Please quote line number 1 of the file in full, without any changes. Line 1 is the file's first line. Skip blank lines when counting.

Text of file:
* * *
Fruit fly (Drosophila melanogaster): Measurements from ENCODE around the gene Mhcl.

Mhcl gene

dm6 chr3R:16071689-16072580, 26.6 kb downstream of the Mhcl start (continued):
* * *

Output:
Fruit fly (Drosophila melanogaster): Measurements from ENCODE around the gene Mhcl.